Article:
network equipment can fail in many strange, unpredictable and
VERY difficult to diagnose ways in such situations.

If you really, really, really are set on the idea of storing
the client on a central server, be warned that the typical
failure symptom you will see when you push your network too
hard, will be APPX clients "just disappearing" seemingly
randomly. If you see things like that, or if processes that
normally work randomly lock up client computers, and you have
ANY clients ANYWHERE on your net loading appx.exe across the
network, please set all clients to use a LOCAL copy of appx.exe
and see if that takes care of the problem, before you call
APPX Technical Support.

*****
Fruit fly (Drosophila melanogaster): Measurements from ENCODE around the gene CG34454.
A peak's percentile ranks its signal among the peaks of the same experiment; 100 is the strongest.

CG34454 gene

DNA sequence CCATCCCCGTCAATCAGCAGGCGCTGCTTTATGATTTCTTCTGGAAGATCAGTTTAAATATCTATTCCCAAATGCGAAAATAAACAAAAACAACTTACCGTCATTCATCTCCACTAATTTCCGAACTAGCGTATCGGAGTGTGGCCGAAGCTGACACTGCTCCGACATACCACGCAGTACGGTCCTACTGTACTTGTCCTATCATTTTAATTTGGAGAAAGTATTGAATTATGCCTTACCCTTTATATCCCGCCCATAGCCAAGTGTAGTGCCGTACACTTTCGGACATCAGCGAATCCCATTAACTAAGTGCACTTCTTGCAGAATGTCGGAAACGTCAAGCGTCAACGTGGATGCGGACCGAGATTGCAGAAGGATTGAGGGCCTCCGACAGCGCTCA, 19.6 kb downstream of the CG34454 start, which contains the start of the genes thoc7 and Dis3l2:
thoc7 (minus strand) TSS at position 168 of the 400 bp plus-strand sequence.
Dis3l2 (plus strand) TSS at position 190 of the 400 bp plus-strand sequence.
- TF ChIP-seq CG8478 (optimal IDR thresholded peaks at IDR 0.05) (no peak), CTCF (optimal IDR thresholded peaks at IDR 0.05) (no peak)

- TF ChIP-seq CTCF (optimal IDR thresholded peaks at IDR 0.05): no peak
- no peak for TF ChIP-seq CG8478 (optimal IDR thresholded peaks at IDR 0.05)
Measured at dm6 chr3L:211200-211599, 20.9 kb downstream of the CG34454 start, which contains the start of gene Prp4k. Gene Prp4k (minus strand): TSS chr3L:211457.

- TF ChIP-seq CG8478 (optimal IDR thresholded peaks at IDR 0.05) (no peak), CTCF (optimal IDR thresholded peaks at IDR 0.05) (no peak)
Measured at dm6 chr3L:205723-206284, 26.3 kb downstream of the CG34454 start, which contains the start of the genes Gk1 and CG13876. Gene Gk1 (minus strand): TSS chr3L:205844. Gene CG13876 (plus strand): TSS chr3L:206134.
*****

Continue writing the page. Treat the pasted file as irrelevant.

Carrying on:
Why is the APPX Client affected by this, and web browsing,
file service, and other functions not? The APPX Client works
like a UNIX telnet, and requires a constant connection
between the client and the server. There will be code in
3.3 to reconnect dropped sessions, but it's probably best
not to rely on this (performance will be slowed each time
the client has to reconnect) if you can avoid it just by
storing the client locally.

If you are that concerned about the maintenance headache of
updating several dozen clients' copies of appx.exe when a new
version comes out, consider investing in one of the network
software management packages out there, like Microsoft's SMS.
(This isn't an official APPX "go out and buy it" recommendation,
just a word to the wise regarding something you might want to

1.16) Winprint won't print to all or some of my printers. Help?

APPX sometimes has trouble with printers whose names contain
special characters, or which are located on remote non-NT
machines that are connected to your network.

Since running APPX directly often results in better messages
than when it's run through appx -c, see if you can reproduce
the "won't print" error when running APPX directly on the